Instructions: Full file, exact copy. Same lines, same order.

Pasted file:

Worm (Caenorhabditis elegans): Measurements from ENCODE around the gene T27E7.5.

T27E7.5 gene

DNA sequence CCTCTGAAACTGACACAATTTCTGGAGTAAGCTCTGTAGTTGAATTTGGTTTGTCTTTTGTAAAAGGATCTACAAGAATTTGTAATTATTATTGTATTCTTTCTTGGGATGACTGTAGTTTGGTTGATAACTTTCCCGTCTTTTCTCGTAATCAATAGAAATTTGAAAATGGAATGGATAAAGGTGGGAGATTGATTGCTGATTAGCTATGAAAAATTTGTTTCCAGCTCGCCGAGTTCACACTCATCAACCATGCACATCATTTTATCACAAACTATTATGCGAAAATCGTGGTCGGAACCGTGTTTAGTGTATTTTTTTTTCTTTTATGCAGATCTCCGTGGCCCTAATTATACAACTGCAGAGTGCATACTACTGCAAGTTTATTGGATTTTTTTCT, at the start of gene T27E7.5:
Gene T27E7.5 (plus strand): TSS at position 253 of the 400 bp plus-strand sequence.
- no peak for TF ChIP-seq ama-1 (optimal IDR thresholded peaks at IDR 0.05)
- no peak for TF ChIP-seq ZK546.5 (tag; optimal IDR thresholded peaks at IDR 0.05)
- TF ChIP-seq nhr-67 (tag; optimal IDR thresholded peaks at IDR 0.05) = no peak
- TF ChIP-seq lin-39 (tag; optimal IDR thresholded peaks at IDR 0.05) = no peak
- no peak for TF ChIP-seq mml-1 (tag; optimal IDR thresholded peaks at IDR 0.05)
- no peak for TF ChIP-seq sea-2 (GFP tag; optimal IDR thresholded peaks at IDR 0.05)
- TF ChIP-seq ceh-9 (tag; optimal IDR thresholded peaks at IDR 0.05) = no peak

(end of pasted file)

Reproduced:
Worm (Caenorhabditis elegans): Measurements from ENCODE around the gene T27E7.5.

T27E7.5 gene

DNA sequence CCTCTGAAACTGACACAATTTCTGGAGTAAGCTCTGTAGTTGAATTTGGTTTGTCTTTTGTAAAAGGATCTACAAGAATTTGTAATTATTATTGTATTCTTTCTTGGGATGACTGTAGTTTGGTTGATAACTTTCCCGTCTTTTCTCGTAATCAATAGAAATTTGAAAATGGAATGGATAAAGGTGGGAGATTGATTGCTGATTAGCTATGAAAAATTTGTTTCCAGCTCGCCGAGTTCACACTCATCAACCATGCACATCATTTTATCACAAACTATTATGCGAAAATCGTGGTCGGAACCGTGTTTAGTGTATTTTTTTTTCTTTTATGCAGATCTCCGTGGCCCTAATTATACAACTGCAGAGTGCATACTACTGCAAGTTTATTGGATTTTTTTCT, at the start of gene T27E7.5:
Gene T27E7.5 (plus strand): TSS at position 253 of the 400 bp plus-strand sequence.
- no peak for TF ChIP-seq ama-1 (optimal IDR thresholded peaks at IDR 0.05)
- no peak for TF ChIP-seq ZK546.5 (tag; optimal IDR thresholded peaks at IDR 0.05)
- TF ChIP-seq nhr-67 (tag; optimal IDR thresholded peaks at IDR 0.05) = no peak
- TF ChIP-seq lin-39 (tag; optimal IDR thresholded peaks at IDR 0.05) = no peak
- no peak for TF ChIP-seq mml-1 (tag; optimal IDR thresholded peaks at IDR 0.05)
- no peak for TF ChIP-seq sea-2 (GFP tag; optimal IDR thresholded peaks at IDR 0.05)
- TF ChIP-seq ceh-9 (tag; optimal IDR thresholded peaks at IDR 0.05) = no peak